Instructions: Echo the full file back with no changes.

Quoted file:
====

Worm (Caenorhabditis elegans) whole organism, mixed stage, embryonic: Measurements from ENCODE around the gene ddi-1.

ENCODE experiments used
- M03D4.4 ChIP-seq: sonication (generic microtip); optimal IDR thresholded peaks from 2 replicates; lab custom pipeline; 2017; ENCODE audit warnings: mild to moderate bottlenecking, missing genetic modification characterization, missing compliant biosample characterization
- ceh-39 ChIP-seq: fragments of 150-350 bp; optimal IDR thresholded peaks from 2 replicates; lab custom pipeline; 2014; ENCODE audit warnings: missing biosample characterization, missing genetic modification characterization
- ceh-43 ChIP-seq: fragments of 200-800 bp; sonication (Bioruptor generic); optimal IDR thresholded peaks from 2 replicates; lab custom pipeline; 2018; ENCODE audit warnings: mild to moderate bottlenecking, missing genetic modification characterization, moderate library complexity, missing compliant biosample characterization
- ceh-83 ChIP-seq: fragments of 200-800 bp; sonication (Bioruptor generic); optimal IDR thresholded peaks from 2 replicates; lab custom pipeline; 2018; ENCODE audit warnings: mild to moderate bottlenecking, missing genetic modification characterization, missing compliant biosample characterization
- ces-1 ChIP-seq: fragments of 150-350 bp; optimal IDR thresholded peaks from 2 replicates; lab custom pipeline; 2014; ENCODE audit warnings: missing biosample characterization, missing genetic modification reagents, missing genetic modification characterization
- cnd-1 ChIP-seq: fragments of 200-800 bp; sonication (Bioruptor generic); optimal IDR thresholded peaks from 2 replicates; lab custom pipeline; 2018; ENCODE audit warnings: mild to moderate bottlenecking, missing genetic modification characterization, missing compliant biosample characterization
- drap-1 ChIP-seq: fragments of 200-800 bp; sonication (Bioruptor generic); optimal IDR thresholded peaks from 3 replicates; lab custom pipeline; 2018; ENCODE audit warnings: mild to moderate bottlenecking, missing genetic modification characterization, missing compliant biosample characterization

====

Worm (Caenorhabditis elegans) whole organism, mixed stage, embryonic: Measurements from ENCODE around the gene ddi-1.

ENCODE experiments used
- M03D4.4 ChIP-seq: sonication (generic microtip); optimal IDR thresholded peaks from 2 replicates; lab custom pipeline; 2017; ENCODE audit warnings: mild to moderate bottlenecking, missing genetic modification characterization, missing compliant biosample characterization
- ceh-39 ChIP-seq: fragments of 150-350 bp; optimal IDR thresholded peaks from 2 replicates; lab custom pipeline; 2014; ENCODE audit warnings: missing biosample characterization, missing genetic modification characterization
- ceh-43 ChIP-seq: fragments of 200-800 bp; sonication (Bioruptor generic); optimal IDR thresholded peaks from 2 replicates; lab custom pipeline; 2018; ENCODE audit warnings: mild to moderate bottlenecking, missing genetic modification characterization, moderate library complexity, missing compliant biosample characterization
- ceh-83 ChIP-seq: fragments of 200-800 bp; sonication (Bioruptor generic); optimal IDR thresholded peaks from 2 replicates; lab custom pipeline; 2018; ENCODE audit warnings: mild to moderate bottlenecking, missing genetic modification characterization, missing compliant biosample characterization
- ces-1 ChIP-seq: fragments of 150-350 bp; optimal IDR thresholded peaks from 2 replicates; lab custom pipeline; 2014; ENCODE audit warnings: missing biosample characterization, missing genetic modification reagents, missing genetic modification characterization
- cnd-1 ChIP-seq: fragments of 200-800 bp; sonication (Bioruptor generic); optimal IDR thresholded peaks from 2 replicates; lab custom pipeline; 2018; ENCODE audit warnings: mild to moderate bottlenecking, missing genetic modification characterization, missing compliant biosample characterization
- drap-1 ChIP-seq: fragments of 200-800 bp; sonication (Bioruptor generic); optimal IDR thresholded peaks from 3 replicates; lab custom pipeline; 2018; ENCODE audit warnings: mild to moderate bottlenecking, missing genetic modification characterization, missing compliant biosample characterization